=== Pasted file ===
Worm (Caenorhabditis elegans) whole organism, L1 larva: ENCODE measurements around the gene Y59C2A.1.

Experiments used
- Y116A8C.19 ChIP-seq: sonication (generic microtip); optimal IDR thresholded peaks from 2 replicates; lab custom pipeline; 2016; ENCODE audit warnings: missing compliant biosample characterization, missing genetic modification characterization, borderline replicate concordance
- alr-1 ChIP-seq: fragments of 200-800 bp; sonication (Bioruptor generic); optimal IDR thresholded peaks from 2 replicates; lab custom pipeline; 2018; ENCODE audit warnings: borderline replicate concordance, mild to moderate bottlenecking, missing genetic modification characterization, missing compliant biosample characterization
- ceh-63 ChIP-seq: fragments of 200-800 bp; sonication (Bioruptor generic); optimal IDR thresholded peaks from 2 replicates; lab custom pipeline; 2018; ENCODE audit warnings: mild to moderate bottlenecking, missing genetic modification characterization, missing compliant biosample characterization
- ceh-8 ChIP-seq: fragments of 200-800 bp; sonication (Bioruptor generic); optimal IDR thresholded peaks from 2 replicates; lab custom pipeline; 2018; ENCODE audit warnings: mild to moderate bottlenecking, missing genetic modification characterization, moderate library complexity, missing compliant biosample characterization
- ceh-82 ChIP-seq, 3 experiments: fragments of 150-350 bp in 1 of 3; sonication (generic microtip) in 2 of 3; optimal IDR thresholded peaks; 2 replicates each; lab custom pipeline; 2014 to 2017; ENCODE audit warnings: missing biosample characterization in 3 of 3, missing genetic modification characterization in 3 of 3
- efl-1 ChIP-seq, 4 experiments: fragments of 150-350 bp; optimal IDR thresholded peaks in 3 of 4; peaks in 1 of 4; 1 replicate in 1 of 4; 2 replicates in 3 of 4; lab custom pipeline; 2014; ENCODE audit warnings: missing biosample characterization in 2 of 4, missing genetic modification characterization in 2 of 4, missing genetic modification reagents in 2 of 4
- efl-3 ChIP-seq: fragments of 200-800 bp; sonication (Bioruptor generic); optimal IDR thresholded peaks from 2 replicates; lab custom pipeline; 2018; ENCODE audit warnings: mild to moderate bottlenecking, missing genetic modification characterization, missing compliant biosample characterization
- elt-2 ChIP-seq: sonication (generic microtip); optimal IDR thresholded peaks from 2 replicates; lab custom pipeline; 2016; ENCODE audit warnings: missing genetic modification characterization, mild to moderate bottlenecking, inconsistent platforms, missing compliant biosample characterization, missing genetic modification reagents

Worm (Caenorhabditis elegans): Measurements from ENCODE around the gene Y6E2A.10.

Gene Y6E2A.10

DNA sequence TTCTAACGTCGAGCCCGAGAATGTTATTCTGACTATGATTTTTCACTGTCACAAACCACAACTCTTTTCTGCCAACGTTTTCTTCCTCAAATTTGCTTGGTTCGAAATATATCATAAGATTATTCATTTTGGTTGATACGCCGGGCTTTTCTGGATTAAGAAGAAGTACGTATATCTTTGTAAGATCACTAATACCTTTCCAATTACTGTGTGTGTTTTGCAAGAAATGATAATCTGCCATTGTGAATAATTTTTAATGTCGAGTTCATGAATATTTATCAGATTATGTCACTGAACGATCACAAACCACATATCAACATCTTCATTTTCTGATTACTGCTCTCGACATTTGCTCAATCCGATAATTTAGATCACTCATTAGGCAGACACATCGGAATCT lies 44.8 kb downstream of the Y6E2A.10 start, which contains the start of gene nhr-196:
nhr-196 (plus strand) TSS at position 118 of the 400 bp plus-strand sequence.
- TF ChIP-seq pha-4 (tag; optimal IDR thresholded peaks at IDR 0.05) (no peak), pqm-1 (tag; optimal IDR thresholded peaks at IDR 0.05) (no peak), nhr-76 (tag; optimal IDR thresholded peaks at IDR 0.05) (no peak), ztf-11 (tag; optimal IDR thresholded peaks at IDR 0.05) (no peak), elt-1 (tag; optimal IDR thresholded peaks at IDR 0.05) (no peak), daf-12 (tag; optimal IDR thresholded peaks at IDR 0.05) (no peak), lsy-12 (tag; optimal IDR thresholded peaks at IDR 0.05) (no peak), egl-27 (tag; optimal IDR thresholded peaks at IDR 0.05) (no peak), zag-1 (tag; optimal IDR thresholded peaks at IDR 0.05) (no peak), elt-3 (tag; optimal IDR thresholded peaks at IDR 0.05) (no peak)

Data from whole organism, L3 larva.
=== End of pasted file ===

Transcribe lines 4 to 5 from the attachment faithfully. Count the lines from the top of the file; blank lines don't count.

- alr-1 ChIP-seq: fragments of 200-800 bp; sonication (Bioruptor generic); optimal IDR thresholded peaks from 2 replicates; lab custom pipeline; 2018; ENCODE audit warnings: borderline replicate concordance, mild to moderate bottlenecking, missing genetic modification characterization, missing compliant biosample characterization
- ceh-63 ChIP-seq: fragments of 200-800 bp; sonication (Bioruptor generic); optimal IDR thresholded peaks from 2 replicates; lab custom pipeline; 2018; ENCODE audit warnings: mild to moderate bottlenecking, missing genetic modification characterization, missing compliant biosample characterization